It has been some years since I looked at the literature, but if I recall correctly, the problem is that g is defined on a population level rather than on the individual level. You can't directly measure someone's raw g because the raw g is meaningless by itself.
Suppose that you have an intelligence test composed of ten subtests, each of which may earn a person up to 10 points, for a total of 100 points. You give that test to a number of people, and then notice that on average, a person doing well on one of the subtests means that they are likely to do better on the other subtests as well. You hypothesize that this is explained by a "general intelligence factor". You find that if you assign each of your test-takers an "intelligence score", then the average subtest score of all the test-takers who share that level of intelligence is some subtest-dependent constant times their "intelligence score".
Let's say that I was one of the people taking your test. Your equations say that I have a g of 2. Subtest A has a factor loading of 1, so I should get 1 * 2 = 2 points on it. Subtest B has a factor loading of 4.5, so I should get 4.5 * 2 = 9 points on it. It turns out that I actually got 9 points on subtest A and 2 points on subtest B, exactly the opposite pattern than the one you predicted! Does this mean that you have made an error? No, because the factor loadings were only defined as indicating the score averaged over all the test-takers who shared my estimated g, rather than predicting anything definite about any particular person.
This means that I can get a very different score profile from my estimated g would predict, for as long as enough others with my estimated g are sufficiently close to the estimate. So my estimated g is not very informative on an individual level. Compare this to measuring someone's height, where if they are 170 cm on one test, they are going to be 170 cm regardless of how you measure it.
Now suppose that you are unhappy with the subtests that you have chosen, so you throw out some and replace them with new ones. It turns out that the new ones are substantially harder: on the old test, people got an average g of 4, but now they only get an average of 2. How do you compare people's results between the old and the new test? Especially since some people are going to be outliers and perform better on the new test - maybe I get lucky and increase my g to a 3. It's as if we were measuring people's heights in both meters and feet, but rather than one straightforwardly converting to another, two people with the same height in meters might have a different height in feet.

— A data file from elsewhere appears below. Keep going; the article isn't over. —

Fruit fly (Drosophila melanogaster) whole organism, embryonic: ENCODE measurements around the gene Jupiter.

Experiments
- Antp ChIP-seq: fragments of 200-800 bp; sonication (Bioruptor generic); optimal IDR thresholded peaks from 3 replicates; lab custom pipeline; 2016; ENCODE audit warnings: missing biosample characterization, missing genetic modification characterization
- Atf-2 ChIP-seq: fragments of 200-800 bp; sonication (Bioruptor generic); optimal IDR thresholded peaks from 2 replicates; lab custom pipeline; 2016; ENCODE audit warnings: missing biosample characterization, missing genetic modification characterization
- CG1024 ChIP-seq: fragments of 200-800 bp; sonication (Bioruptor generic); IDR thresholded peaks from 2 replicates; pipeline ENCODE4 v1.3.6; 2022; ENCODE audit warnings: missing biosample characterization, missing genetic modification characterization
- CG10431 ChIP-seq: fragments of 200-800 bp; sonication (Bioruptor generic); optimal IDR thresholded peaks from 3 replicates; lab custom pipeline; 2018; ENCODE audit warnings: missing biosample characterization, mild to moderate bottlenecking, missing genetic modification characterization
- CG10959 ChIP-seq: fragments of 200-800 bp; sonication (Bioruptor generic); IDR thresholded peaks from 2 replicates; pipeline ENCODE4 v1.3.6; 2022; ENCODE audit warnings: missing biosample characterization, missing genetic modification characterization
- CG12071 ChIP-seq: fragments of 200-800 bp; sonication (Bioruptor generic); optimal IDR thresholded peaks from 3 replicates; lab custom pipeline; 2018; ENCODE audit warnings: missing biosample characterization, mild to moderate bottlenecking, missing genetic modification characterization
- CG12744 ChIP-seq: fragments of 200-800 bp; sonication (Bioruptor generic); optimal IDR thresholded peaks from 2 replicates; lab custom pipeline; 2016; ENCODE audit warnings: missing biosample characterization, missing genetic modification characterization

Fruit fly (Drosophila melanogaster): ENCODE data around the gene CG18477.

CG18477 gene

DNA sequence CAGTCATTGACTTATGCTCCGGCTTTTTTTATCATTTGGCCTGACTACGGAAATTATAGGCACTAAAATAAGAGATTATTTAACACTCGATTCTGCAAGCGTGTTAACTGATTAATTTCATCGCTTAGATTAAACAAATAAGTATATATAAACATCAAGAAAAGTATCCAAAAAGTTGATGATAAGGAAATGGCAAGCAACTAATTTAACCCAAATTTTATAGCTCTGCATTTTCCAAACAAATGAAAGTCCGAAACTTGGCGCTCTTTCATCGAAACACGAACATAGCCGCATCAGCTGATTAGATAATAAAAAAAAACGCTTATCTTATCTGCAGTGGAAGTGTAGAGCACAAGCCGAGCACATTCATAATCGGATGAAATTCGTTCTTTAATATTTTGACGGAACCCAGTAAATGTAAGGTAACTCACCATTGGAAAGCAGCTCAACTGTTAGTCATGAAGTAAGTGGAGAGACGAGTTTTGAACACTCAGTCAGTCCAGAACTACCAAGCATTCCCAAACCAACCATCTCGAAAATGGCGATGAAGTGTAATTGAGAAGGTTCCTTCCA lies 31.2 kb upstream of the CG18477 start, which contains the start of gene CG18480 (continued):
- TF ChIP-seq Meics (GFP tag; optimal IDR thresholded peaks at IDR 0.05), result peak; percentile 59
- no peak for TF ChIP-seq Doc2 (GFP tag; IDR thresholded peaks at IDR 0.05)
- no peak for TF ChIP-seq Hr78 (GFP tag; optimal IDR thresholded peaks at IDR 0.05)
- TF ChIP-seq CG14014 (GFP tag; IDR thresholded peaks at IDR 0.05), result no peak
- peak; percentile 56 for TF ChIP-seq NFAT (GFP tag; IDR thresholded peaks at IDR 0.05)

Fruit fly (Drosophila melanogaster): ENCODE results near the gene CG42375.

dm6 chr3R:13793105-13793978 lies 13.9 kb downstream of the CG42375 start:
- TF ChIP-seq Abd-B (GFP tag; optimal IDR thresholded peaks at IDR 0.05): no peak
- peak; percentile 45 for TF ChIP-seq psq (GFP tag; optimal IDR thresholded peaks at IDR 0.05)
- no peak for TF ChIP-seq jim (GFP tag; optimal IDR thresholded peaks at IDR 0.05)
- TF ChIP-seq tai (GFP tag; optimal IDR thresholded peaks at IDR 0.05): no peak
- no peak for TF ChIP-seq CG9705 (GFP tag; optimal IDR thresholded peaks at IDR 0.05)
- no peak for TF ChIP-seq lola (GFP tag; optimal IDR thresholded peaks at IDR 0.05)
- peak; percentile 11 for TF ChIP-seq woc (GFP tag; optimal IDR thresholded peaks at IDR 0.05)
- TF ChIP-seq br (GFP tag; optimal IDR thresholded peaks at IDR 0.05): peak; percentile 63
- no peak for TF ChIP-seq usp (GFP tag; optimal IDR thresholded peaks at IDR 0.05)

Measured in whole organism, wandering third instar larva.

Worse, there's also no reason why the intelligence test would have to have 10 subtests that award 10 points each. Maybe I devise my own intelligence test: it has 6 subtests that give 0-6 points each, 3 subtests that give 2-8 points each, and 4 subtests that give 0-20 points each. The resulting raw score distributions and factor loadings are going to be completely different. How do you compare people's results on your old test, your new test, and my test?
Well, one way to compare them would be to just say that you are not even trying to measure raw g (which is not well-defined for individuals anyway), you are measuring IQ. It seems theoretically reasonable that whatever-it-is-that-intelligence-tests-measure would be normally distributed, because many biological and psychometric quantities are, so you just define IQ as following a normal distribution and fit all the scores to that. Now we can at least say that "Kaj got an IQ of 115 on his own test and an IQ of 85 on Bob's test", letting us know that I'm one standard deviation above the median on my test and one standard deviation below it on your test. That gives us at least some way of telling what the raw scores mean.
Suppose that you did stick to just one fixed test, and measured how the raw scores change over time. This is something that is done - it's how the Flynn effect was detected, as there were increasing raw scores. But there are also problems with that, as seen from all the debates over what the Flynn effect changes actually mean.
Let's say that an intelligence test contains a subtest measuring the size of your vocabulary. The theoretical reason for why vocabulary size is thought to correlate with intelligence is that people learn the meaning of new words by hearing them used in a context. With a higher intelligence, you need to hear a word used fewer times to figure out its meaning, so smarter people will on average have larger vocabularies. Now, words are culturally dependent and people will be exposed to different words just by random chance... but if all of the people who the test was normed on are from the same cultural group, then on average, getting a higher score on the vocabulary subtest is still going to correlate with intelligence.
But suppose that you use exactly the same test for 20 years. The meanings of words change: a word that was common two decades ago might be practically nonexistent today ("phone booth"). Or another might become more common. Or a subtest might measure some kind of abstract reasoning, and then people might start playing puzzle games that feature more abstract logic reasoning. Assuming that people's scores on an IQ test can be decomposed into something like (talent + practice), changes in culture can invalidate intertemporal comparisons by changing the amount of practice people get.
So if someone who was 20 took your test in 2000 and got a raw score of 58, and someone who is 20 takes your test in 2020 and also gets a raw score of 58, this might not indicate that they have the same intelligence either... even if they get exactly the same scores on all the subtests. Periodically re-norming the raw scores helps make them more comparable in this case as well; that way we can at least know that what their ranking relative to other 20-year-olds in the same year was.